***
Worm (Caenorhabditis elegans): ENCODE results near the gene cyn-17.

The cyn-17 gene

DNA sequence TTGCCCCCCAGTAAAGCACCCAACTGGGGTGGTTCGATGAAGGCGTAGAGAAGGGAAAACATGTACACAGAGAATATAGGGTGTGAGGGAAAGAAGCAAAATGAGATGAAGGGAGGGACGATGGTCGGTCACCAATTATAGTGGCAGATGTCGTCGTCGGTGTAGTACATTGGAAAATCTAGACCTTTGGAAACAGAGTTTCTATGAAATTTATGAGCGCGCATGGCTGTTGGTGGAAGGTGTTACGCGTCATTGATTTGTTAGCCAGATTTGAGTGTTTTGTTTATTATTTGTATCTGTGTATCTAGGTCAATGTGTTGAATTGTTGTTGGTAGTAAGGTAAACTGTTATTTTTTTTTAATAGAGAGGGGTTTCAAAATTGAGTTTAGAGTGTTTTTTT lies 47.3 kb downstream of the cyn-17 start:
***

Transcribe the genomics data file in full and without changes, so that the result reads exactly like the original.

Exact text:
Worm (Caenorhabditis elegans): ENCODE results near the gene cyn-17.

The cyn-17 gene

DNA sequence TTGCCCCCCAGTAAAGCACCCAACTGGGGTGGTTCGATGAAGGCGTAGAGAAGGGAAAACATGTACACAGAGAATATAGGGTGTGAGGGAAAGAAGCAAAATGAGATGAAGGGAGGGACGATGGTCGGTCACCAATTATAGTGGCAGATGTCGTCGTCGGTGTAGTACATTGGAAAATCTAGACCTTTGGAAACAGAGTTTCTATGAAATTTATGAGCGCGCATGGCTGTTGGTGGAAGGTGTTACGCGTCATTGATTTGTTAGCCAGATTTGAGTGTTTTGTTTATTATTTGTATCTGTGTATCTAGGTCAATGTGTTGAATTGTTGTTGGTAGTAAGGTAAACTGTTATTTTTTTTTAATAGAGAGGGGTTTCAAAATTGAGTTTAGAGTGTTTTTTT lies 47.3 kb downstream of the cyn-17 start: